Cooking

How to Teach Your Kids Knife Skills (Without Freaking Out)

Make your kid a knife-wielding pro in no time with these tips
How to Teach Your Kids to Use a Knife
Photo: Peopleimages / Getty Images

It's unnerving to hand a child a knife and hope for the best. But that shouldn't keep you from enjoying the kitchen together. We ask five food experts how they teach their children one of the fundamental basics of cooking: knife skills.

 Start small—and blunt.   

Experts agree that starting off with plastic or nylon trainers is the way to go.

"My youngest is only two and a half," food writer MK Martin says. "She gets a plastic, blunt-tipped knife" until she's gained the motor skills to use something sharper. For slightly older kids, start with a small paring knife.

 

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 Establish clear safety guidelines.

"Point out that adults need to be careful just as much as kids," Amber Eisler, baking instructor at King Arthur Flour, says.

Pat Tanumihardja, author of Farm to Table Asian Secrets: Vegan & Vegetarian Full-Flavored Recipes for Every Season, agrees."Before I let my son touch anything sharp, I talked to him about the right and wrong way," she says. "I demonstrated how to hold and use a knife, and explained how to avoid getting hurt."

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From there, establish clear safety guidelines, including: Never run with a knife; never point the tip at someone; keep the tip pointed down while walking with a knife; always pass a knife with the handle pointed toward the recipient.

 KISS: Keep it simple, stupid!

It may sound obvious, but start with flat, soft ingredients. When cooking with her daughter, Lila, EatingWell food editor Carolyn Malcoun keeps it simple. "If I have her cut things, I try to give her softer things I know will be easier to cut with that knife, like kiwi, mango and cucumber."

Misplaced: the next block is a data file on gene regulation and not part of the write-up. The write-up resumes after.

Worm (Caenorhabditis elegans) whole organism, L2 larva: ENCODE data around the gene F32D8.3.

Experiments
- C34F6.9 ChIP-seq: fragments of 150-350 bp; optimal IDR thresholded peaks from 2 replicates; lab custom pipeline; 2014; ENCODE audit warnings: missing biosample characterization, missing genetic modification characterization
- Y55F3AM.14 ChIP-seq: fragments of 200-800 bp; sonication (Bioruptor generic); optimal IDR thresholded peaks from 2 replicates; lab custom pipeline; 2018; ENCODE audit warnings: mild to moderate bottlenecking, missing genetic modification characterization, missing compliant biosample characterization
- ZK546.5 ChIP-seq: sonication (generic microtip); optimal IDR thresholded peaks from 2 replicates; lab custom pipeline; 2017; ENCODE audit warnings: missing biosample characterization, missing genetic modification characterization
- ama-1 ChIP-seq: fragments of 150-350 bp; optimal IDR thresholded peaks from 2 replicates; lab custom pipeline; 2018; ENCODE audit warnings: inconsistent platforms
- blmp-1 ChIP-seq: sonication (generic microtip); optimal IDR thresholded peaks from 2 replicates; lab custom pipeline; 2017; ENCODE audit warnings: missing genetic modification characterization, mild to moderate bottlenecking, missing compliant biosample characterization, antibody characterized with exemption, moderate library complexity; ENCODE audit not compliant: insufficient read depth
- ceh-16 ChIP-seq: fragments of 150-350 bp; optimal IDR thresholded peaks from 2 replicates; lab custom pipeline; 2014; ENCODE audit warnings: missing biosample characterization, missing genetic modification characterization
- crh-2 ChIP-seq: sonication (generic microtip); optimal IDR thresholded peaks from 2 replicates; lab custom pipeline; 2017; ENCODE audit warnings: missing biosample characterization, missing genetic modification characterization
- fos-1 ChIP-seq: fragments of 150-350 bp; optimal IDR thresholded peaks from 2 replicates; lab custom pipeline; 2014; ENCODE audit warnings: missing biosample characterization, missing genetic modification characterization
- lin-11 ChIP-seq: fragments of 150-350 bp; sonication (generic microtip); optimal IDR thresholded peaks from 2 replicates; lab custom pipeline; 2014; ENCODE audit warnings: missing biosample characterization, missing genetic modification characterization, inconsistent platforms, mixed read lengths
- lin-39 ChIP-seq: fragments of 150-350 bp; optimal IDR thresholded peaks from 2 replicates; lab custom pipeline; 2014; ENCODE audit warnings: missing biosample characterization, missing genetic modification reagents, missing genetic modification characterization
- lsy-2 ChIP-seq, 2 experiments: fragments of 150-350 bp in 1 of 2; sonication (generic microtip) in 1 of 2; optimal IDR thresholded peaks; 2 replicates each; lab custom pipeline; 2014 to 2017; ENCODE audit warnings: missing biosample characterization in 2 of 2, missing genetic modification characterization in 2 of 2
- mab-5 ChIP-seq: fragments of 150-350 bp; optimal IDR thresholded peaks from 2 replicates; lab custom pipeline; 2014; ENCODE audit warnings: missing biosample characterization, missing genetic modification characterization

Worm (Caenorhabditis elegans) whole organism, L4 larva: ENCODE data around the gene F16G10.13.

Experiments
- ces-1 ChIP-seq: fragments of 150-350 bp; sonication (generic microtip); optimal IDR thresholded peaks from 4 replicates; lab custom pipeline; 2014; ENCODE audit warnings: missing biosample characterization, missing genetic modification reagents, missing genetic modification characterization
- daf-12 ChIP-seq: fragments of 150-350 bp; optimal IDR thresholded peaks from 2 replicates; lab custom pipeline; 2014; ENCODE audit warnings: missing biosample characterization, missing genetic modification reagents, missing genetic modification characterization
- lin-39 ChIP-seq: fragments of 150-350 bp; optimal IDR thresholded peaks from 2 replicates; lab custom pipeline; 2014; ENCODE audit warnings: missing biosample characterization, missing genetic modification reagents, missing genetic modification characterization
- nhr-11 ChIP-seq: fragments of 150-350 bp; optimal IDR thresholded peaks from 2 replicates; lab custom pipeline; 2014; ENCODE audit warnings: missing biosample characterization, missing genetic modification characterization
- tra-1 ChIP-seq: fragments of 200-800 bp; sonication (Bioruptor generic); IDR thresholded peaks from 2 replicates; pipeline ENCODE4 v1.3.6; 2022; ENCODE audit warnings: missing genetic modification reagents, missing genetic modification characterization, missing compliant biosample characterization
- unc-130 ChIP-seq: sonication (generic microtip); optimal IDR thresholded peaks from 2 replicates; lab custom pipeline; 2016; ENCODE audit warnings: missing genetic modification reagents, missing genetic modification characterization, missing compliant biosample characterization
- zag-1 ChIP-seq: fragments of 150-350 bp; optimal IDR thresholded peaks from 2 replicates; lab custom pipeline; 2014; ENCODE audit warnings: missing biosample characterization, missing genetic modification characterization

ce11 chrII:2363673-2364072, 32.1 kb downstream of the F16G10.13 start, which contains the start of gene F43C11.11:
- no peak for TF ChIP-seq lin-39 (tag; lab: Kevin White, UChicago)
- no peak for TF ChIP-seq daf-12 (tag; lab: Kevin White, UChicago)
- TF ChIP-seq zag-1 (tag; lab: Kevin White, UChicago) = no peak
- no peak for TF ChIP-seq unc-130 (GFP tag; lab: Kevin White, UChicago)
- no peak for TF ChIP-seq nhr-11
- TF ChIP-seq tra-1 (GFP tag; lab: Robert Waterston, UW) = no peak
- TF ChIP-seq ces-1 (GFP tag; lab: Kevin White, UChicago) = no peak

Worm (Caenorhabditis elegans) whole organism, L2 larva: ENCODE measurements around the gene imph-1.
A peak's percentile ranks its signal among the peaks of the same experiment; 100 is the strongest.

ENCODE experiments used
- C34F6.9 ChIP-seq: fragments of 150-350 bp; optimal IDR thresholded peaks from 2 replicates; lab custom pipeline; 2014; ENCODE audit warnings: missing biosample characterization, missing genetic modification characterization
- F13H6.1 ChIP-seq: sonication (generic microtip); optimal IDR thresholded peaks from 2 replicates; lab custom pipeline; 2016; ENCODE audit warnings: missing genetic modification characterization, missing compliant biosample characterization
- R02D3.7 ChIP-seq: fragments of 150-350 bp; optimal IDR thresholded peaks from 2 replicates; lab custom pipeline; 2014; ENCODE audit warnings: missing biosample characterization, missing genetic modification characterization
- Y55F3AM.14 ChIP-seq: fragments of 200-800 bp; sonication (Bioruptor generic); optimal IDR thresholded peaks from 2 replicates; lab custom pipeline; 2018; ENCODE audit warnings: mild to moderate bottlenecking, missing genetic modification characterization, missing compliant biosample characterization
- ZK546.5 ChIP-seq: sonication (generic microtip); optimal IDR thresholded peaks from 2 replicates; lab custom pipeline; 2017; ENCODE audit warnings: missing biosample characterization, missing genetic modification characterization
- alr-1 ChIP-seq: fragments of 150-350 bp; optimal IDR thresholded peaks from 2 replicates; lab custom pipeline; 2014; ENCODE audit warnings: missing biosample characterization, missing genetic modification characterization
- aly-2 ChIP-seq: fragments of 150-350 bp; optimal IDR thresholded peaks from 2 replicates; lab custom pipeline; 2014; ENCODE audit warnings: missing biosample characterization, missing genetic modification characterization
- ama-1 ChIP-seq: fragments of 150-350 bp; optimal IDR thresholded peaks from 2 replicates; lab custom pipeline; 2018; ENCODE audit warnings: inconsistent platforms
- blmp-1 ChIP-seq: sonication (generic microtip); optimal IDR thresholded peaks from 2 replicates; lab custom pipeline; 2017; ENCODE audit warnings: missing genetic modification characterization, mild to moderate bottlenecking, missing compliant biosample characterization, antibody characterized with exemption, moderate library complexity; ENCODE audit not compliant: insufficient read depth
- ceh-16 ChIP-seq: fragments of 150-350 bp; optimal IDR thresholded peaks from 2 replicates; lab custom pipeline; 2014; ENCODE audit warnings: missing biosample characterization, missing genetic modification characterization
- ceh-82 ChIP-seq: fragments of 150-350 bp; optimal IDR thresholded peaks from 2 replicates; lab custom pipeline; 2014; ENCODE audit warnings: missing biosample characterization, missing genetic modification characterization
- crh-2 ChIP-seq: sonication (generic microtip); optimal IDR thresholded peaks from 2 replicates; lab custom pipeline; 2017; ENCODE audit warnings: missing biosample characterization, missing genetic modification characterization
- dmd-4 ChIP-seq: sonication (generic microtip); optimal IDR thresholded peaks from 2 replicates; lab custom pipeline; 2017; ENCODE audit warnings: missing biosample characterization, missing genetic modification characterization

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 Make it fun.

"Kids are so excited to be in the kitchen," Eisler says. "I encourage them to use their senses: Smell the ingredients, feel the textures, notice the color changing as something bakes and, of course, taste!"


Doing something by themselves can be a big, exciting learning moment. "The kids are so empowered when they finish, knowing that they cooked an entire meal by themselves and didn't just do some honorary stirring," Selena Hoy, food writer and teacher at Japanese nonprofit Mirai no Mori, says.

 Don't be nervous.

Mistakes and mishaps will happen—after all, your kids are learning. "Even if there's a mishap, it'll be a life lesson," Tanumihardja says. But experts agree that it's well worth the time spent.

 

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It's important to mentally gird yourself for the messes, spills and wails, because that's just part of life cooking with kids. But "once you see that trust builds their skills," Martin says, "it's easy to line them up and get to work."

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